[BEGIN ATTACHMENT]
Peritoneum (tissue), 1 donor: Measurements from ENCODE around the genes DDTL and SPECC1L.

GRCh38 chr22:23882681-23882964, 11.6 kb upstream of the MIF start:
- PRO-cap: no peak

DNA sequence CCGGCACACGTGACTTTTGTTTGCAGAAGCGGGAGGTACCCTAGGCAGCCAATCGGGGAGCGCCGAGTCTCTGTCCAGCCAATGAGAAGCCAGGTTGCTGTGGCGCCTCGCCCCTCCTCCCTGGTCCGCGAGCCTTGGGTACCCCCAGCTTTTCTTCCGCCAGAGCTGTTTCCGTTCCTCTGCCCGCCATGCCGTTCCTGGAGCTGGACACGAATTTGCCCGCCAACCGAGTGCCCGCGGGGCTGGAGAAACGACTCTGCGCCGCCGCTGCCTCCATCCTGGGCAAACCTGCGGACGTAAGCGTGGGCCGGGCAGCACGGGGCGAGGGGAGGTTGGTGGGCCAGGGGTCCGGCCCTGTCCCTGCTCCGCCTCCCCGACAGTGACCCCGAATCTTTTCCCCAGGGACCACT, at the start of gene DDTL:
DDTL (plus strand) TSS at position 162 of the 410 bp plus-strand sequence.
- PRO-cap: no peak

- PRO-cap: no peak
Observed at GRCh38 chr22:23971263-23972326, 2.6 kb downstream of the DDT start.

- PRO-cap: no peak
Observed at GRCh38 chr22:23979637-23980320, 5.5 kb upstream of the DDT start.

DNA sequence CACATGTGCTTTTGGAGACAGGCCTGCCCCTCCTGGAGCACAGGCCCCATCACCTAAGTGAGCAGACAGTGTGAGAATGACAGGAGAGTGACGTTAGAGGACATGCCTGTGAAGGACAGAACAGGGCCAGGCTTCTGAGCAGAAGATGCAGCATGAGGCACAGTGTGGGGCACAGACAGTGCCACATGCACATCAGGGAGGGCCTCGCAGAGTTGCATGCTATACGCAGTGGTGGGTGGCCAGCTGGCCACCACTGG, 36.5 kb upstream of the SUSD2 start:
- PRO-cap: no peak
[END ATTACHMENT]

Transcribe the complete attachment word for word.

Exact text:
Peritoneum (tissue), 1 donor: Measurements from ENCODE around the genes DDTL and SPECC1L.

GRCh38 chr22:23882681-23882964, 11.6 kb upstream of the MIF start:
- PRO-cap: no peak

DNA sequence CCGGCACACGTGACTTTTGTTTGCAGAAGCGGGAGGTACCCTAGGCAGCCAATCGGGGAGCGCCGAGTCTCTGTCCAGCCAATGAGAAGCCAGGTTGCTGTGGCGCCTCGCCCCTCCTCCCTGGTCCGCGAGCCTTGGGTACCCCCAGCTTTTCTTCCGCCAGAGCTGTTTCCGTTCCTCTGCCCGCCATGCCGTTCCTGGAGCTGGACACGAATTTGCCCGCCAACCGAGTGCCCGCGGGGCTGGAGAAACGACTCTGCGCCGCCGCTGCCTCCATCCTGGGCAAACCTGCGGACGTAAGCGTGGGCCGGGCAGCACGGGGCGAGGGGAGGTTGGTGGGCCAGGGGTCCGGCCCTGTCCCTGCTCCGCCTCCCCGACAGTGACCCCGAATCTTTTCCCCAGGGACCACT, at the start of gene DDTL:
DDTL (plus strand) TSS at position 162 of the 410 bp plus-strand sequence.
- PRO-cap: no peak

- PRO-cap: no peak
Observed at GRCh38 chr22:23971263-23972326, 2.6 kb downstream of the DDT start.

- PRO-cap: no peak
Observed at GRCh38 chr22:23979637-23980320, 5.5 kb upstream of the DDT start.

DNA sequence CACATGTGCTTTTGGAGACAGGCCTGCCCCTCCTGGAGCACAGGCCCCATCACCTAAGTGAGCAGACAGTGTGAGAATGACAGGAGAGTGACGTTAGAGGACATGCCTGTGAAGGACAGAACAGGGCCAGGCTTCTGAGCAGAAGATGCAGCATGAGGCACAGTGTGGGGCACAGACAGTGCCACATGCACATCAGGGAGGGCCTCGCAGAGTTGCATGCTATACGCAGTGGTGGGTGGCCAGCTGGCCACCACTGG, 36.5 kb upstream of the SUSD2 start:
- PRO-cap: no peak